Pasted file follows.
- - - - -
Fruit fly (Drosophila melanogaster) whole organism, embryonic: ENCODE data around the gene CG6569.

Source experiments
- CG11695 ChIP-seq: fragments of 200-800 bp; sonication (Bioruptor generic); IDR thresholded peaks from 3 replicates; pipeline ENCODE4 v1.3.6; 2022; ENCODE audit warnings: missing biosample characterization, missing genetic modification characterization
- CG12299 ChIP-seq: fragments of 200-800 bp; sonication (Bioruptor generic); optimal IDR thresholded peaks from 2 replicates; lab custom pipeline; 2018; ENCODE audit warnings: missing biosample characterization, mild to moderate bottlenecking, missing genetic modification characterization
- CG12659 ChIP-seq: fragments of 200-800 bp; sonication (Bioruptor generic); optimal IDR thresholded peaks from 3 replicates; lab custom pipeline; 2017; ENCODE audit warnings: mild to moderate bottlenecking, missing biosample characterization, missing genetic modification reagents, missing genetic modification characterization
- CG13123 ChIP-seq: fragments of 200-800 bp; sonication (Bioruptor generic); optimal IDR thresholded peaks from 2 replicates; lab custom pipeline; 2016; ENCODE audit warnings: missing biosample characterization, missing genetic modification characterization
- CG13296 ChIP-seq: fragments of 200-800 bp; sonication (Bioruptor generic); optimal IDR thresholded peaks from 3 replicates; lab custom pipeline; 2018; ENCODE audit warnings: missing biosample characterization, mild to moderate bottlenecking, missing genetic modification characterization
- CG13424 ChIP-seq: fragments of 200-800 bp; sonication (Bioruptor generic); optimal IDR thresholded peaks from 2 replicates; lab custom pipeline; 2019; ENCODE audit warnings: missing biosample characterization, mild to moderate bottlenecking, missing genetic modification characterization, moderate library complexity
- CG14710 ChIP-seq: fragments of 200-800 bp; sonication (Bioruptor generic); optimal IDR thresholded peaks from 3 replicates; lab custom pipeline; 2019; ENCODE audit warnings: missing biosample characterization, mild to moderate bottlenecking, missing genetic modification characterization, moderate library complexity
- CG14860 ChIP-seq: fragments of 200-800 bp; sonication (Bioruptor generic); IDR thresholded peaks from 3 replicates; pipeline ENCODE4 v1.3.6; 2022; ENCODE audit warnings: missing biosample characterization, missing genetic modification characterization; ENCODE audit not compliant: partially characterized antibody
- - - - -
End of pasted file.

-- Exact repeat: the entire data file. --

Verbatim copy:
Fruit fly (Drosophila melanogaster) whole organism, embryonic: ENCODE data around the gene CG6569.

Source experiments
- CG11695 ChIP-seq: fragments of 200-800 bp; sonication (Bioruptor generic); IDR thresholded peaks from 3 replicates; pipeline ENCODE4 v1.3.6; 2022; ENCODE audit warnings: missing biosample characterization, missing genetic modification characterization
- CG12299 ChIP-seq: fragments of 200-800 bp; sonication (Bioruptor generic); optimal IDR thresholded peaks from 2 replicates; lab custom pipeline; 2018; ENCODE audit warnings: missing biosample characterization, mild to moderate bottlenecking, missing genetic modification characterization
- CG12659 ChIP-seq: fragments of 200-800 bp; sonication (Bioruptor generic); optimal IDR thresholded peaks from 3 replicates; lab custom pipeline; 2017; ENCODE audit warnings: mild to moderate bottlenecking, missing biosample characterization, missing genetic modification reagents, missing genetic modification characterization
- CG13123 ChIP-seq: fragments of 200-800 bp; sonication (Bioruptor generic); optimal IDR thresholded peaks from 2 replicates; lab custom pipeline; 2016; ENCODE audit warnings: missing biosample characterization, missing genetic modification characterization
- CG13296 ChIP-seq: fragments of 200-800 bp; sonication (Bioruptor generic); optimal IDR thresholded peaks from 3 replicates; lab custom pipeline; 2018; ENCODE audit warnings: missing biosample characterization, mild to moderate bottlenecking, missing genetic modification characterization
- CG13424 ChIP-seq: fragments of 200-800 bp; sonication (Bioruptor generic); optimal IDR thresholded peaks from 2 replicates; lab custom pipeline; 2019; ENCODE audit warnings: missing biosample characterization, mild to moderate bottlenecking, missing genetic modification characterization, moderate library complexity
- CG14710 ChIP-seq: fragments of 200-800 bp; sonication (Bioruptor generic); optimal IDR thresholded peaks from 3 replicates; lab custom pipeline; 2019; ENCODE audit warnings: missing biosample characterization, mild to moderate bottlenecking, missing genetic modification characterization, moderate library complexity
- CG14860 ChIP-seq: fragments of 200-800 bp; sonication (Bioruptor generic); IDR thresholded peaks from 3 replicates; pipeline ENCODE4 v1.3.6; 2022; ENCODE audit warnings: missing biosample characterization, missing genetic modification characterization; ENCODE audit not compliant: partially characterized antibody